My earliest vivid memory of a TV news report was one on the dirty protests at Northern Ireland’s Maze prison. Some earlier events left vague memories – Thatcher’s election as Conservative leader, the rescue of the US hostages from Iran, the Winter of Discontent – but those shit-covered H-Block walls and the hosepipes spraying them down are still clear in my mind as if I’d seen them yesterday.
So tonight I went to see Steve McQueen’s film Hunger:
The walls were there, exactly as I remember them. The film’s visual impact – scrub that, the film’s impact – is enormous. I left the cinema three hours ago and have been in some sort of a daze ever since. McQueen has a very minimal but very powerful way of telling a story – for most of the film, there is little dialogue, just a stark succession of images (and sounds) which tell it like words never could. But sandwiched in the middle of all of this visual drama is a single-take static-camera sequence of some 20 minutes in which soon-to-be hunger-striker Bobby Sands explains his intentions to a catholic priest. It’s the most uncomfortable part of a very uncomfortable film, and it kept the audience glued to the screen.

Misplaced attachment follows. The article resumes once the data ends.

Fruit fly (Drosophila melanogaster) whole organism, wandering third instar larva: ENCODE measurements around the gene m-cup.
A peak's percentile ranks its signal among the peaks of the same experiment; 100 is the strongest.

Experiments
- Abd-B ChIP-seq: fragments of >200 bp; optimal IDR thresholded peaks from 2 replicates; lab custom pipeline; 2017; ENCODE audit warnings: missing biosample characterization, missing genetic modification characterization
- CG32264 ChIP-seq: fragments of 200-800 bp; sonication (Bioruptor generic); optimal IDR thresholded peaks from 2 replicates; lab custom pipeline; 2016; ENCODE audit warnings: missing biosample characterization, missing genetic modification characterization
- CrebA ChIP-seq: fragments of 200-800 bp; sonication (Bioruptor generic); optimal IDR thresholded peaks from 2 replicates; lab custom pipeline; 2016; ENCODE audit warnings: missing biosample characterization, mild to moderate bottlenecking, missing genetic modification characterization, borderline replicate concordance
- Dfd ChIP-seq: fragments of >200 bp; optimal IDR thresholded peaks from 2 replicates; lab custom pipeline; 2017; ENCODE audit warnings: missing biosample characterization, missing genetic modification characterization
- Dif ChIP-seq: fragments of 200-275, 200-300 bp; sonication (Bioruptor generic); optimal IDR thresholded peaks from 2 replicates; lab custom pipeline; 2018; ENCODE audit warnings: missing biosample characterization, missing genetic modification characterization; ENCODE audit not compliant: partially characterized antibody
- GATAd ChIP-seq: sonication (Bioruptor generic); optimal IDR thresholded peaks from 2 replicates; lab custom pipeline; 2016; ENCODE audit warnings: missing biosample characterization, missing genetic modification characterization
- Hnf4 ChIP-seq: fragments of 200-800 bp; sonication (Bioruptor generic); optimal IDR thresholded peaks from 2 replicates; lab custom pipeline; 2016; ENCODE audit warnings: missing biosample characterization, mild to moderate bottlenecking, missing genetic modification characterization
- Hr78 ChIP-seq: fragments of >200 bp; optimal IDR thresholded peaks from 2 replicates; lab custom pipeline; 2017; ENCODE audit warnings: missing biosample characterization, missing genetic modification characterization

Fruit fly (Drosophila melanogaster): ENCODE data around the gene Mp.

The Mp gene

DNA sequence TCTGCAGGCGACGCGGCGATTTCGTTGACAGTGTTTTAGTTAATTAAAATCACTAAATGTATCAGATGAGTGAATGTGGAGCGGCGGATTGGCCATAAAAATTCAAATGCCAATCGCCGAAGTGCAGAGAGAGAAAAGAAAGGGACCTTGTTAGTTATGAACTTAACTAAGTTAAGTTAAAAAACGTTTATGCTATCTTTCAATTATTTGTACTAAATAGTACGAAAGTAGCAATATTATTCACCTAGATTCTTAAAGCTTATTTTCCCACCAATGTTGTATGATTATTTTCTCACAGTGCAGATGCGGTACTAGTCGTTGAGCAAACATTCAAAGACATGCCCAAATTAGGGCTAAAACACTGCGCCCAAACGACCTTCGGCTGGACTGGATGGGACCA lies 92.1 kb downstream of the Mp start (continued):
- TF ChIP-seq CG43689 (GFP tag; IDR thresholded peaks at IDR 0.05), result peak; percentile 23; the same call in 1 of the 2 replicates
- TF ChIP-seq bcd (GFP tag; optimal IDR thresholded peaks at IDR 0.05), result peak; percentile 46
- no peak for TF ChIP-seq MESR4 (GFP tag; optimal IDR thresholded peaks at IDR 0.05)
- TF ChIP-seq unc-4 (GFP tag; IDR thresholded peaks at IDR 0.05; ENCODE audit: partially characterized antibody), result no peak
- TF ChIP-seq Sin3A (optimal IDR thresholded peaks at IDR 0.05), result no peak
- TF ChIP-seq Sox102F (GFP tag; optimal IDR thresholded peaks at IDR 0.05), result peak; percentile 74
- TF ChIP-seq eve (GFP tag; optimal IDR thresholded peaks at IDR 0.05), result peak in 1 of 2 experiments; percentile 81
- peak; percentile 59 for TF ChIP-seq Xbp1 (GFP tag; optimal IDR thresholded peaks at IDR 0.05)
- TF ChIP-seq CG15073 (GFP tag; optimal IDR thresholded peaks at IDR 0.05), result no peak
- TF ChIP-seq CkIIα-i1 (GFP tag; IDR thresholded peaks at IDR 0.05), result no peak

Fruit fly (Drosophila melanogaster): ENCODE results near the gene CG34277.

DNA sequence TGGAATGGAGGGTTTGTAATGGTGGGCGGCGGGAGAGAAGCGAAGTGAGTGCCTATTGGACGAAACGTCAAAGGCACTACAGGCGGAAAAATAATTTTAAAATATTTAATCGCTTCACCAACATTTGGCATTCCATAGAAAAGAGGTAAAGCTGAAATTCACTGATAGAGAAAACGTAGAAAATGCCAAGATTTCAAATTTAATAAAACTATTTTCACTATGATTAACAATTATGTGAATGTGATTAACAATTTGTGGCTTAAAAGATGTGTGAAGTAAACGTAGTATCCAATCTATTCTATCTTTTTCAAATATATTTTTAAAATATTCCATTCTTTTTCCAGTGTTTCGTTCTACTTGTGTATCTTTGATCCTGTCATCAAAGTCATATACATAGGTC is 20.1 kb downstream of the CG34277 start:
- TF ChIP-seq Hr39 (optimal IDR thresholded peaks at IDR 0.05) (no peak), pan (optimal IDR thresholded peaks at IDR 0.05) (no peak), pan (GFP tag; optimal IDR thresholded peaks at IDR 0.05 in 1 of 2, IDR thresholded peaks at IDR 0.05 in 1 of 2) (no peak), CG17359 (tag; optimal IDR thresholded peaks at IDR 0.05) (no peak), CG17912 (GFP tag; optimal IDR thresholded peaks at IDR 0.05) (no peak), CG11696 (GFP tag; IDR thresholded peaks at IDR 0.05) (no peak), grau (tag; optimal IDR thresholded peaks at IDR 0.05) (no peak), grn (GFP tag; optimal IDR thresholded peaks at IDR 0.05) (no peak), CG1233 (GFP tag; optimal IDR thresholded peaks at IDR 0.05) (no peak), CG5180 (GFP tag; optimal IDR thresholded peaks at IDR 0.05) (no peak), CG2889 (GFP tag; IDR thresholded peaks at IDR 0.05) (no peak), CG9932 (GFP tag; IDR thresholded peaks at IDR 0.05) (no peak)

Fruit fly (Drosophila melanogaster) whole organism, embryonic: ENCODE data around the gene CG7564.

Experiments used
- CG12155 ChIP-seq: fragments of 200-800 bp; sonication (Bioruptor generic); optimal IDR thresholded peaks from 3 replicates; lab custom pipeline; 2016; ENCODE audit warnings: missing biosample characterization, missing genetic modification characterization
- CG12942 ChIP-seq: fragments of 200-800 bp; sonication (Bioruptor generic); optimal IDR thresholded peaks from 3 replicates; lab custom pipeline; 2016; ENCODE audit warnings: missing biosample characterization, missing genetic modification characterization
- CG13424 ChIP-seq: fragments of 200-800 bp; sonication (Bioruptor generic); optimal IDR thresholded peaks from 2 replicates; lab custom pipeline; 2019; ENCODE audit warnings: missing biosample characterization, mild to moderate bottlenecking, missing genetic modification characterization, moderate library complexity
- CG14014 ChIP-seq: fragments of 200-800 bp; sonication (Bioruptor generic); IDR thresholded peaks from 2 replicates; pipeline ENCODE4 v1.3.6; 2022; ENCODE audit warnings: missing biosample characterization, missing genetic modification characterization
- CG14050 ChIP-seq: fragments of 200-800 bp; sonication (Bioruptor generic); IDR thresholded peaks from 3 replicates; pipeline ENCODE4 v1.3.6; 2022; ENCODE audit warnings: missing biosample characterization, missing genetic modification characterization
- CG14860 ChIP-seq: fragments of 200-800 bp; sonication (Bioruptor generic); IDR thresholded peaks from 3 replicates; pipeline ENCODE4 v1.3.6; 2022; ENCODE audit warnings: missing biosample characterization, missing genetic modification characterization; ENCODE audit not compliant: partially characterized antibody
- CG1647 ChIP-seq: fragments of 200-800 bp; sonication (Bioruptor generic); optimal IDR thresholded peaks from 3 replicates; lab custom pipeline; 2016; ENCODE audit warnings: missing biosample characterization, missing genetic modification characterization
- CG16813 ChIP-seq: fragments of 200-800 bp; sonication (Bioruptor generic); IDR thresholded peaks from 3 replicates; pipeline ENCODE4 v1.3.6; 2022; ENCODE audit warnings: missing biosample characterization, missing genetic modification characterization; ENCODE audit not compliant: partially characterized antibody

Hunger is a beautiful, disturbing, mind-opening symphony in shit, piss and blood, and it fuels my rapidly developing admiration for Steve McQueen. Check out this interview with Mark Kermode for BBC’s Culture Show, which talks about Hunger and also his work as official war artist in Iraq.